Make a joyful noise unto the Lord

Mennonite singing

2 minute read
Photo by it:Utente:TheCadExpert via Wikimedia/Creative Commons
Photo by it:Utente:TheCadExpert via Wikimedia/Creative Commons

The choir member met me at around 6:30, and we drove through dilapidated city neighborhoods toward the sunset and through the fields to the west. She, raised Mennonite, gave me a primer on what I was about to experience at a church concert, music she wanted me to hear.

I wasn’t nervous until we entered the building and we saw everyone dressed in white. I instantly felt conspicuous. Whether my shirt was wet from the late summer humidity or a cold sweat, I still can’t say.

Men and women sat on opposite sides of the room in this congregation, so I was separated from the only person that I actually knew, dressed garishly in blue, my bashfulness heightened, eyeing my neighbors nervously. I don’t know which I feared more, banishment or proselytism. Both fears seem to have been unfounded.

Pretty soon a meek, diminutive man under neatly parted hair, evidently the choirmaster, stepped to the front of the room and quietly blew on a pitch pipe. It was the last timid sound of the evening. Before I knew what was happening, the entire room — men, women, and children — burst into four-part harmony, unaccompanied. I could hardly believe my ears. I’d heard of this stuff before, but who knew it was so stirring? One hymn after the next, the congregation blew the roof off the building.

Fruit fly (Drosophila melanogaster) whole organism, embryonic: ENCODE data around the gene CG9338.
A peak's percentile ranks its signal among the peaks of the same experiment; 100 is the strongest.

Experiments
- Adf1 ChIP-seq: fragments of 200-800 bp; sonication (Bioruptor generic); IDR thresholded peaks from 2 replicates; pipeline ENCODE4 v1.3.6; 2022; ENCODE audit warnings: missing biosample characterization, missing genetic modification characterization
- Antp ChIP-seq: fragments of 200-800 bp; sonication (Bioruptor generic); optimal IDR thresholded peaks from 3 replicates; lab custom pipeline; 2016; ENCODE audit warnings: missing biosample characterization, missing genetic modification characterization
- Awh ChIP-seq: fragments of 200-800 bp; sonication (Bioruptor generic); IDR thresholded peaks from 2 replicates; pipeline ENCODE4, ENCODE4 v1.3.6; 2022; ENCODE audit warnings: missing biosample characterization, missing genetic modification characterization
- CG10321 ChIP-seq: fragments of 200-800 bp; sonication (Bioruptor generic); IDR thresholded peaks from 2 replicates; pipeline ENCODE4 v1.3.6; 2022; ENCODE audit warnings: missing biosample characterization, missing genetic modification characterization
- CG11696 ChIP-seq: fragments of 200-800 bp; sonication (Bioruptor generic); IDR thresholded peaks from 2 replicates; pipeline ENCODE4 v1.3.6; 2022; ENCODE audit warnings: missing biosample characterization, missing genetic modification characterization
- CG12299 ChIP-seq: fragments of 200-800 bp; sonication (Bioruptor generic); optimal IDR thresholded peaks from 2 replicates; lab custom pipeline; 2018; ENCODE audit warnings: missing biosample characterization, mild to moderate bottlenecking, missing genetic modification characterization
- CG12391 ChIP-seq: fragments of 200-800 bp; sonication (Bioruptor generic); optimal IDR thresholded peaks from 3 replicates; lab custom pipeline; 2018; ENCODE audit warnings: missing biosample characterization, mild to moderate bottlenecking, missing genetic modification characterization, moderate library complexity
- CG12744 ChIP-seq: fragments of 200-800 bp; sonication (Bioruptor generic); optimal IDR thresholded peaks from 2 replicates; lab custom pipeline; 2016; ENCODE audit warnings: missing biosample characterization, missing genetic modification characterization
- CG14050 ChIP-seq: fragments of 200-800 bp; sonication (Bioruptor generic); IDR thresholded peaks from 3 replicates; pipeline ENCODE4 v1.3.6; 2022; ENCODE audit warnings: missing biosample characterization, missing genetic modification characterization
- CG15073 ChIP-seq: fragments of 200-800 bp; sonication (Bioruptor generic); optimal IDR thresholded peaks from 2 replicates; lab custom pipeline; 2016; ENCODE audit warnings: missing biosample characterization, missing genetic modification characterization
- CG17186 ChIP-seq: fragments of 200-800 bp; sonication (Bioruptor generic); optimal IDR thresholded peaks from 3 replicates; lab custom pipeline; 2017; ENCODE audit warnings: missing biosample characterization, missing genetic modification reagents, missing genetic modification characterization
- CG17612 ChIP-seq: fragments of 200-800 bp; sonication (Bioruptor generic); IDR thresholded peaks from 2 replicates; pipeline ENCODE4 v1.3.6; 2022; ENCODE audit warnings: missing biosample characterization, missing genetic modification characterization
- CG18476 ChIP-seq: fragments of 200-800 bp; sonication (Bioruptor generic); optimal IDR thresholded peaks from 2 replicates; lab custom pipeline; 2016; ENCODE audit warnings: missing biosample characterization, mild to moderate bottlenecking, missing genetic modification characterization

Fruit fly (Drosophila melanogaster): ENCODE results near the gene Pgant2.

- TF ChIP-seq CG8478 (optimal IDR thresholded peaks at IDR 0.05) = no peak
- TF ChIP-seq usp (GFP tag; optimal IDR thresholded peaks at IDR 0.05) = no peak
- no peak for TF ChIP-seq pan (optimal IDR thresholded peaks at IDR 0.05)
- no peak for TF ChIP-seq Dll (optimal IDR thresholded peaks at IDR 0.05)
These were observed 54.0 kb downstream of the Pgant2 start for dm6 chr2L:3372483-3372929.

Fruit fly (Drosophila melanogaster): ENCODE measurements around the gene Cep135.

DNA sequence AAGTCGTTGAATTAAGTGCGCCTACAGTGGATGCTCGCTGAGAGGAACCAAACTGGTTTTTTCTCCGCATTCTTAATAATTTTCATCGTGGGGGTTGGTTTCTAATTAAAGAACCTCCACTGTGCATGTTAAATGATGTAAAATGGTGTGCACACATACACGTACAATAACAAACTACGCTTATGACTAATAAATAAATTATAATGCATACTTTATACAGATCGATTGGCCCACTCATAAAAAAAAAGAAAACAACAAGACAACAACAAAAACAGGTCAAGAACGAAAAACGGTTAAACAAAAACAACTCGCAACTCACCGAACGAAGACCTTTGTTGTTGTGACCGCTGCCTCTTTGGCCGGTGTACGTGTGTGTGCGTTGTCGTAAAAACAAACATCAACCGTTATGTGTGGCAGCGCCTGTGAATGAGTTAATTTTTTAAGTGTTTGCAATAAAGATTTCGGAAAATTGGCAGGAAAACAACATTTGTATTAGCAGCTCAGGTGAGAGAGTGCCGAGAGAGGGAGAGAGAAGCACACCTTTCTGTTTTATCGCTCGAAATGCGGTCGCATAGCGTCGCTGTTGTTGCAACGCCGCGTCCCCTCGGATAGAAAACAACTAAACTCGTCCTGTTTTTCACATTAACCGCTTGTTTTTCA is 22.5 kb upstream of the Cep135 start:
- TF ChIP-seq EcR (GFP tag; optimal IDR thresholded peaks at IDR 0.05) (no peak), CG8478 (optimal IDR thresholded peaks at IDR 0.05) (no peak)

There was no passive audience at this concert. It was more like a hymn sing, with everyone participating. I didn’t sing very much, since in such situations I prefer to sit back and let the sound wash over me. It’s thrilling to listen to a world-class orchestra tear through a great symphony, liberating to jam out to the beats of rock and roll, but you haven’t lived until you’ve heard 200 farmers sing chorales unaccompanied — something some music majors can’t do.

Unaccompanied singing has thrived in many cultures, but in the West it is now mostly eschewed, to our own detriment. One Sunday, a lady approached a colleague of mine, a chant schola [Gregorian chant] conductor, and said she heard lots of singin’ today, but no music. Her mindset is not unique. Many consider the absence of keyboard accompaniment a punishment, but they seem to miss the aesthetic of the pure human voice that results when we dare to throw away instrumental crutches. There is no other sound like it.

What I heard in that church could never be sung in a concert hall, but it was beautiful and healing, one of the most remarkable musical experiences of my life. More than that, rather than being a performance, it was a communal experience. This congregation knew that it is one thing to listen to music, and another thing entirely when everyone makes it together as a serious pursuit in leisure time. They may eschew blue shirts, but they have some riches many have never known.

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